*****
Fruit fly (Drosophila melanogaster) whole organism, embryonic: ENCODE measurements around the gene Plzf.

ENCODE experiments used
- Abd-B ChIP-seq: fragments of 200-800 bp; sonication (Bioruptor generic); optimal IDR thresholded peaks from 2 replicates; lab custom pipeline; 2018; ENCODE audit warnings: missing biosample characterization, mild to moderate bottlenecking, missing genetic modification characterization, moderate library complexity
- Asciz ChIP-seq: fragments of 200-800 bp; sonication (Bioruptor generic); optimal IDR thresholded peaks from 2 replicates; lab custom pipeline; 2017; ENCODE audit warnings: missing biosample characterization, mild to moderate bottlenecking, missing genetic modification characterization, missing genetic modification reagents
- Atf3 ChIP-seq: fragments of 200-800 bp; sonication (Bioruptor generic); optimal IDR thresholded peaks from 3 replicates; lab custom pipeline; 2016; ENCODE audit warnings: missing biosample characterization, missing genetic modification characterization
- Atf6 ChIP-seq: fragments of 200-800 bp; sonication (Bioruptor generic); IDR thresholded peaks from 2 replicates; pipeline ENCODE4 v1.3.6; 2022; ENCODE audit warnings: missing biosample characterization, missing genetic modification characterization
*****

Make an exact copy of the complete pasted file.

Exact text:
Fruit fly (Drosophila melanogaster) whole organism, embryonic: ENCODE measurements around the gene Plzf.

ENCODE experiments used
- Abd-B ChIP-seq: fragments of 200-800 bp; sonication (Bioruptor generic); optimal IDR thresholded peaks from 2 replicates; lab custom pipeline; 2018; ENCODE audit warnings: missing biosample characterization, mild to moderate bottlenecking, missing genetic modification characterization, moderate library complexity
- Asciz ChIP-seq: fragments of 200-800 bp; sonication (Bioruptor generic); optimal IDR thresholded peaks from 2 replicates; lab custom pipeline; 2017; ENCODE audit warnings: missing biosample characterization, mild to moderate bottlenecking, missing genetic modification characterization, missing genetic modification reagents
- Atf3 ChIP-seq: fragments of 200-800 bp; sonication (Bioruptor generic); optimal IDR thresholded peaks from 3 replicates; lab custom pipeline; 2016; ENCODE audit warnings: missing biosample characterization, missing genetic modification characterization
- Atf6 ChIP-seq: fragments of 200-800 bp; sonication (Bioruptor generic); IDR thresholded peaks from 2 replicates; pipeline ENCODE4 v1.3.6; 2022; ENCODE audit warnings: missing biosample characterization, missing genetic modification characterization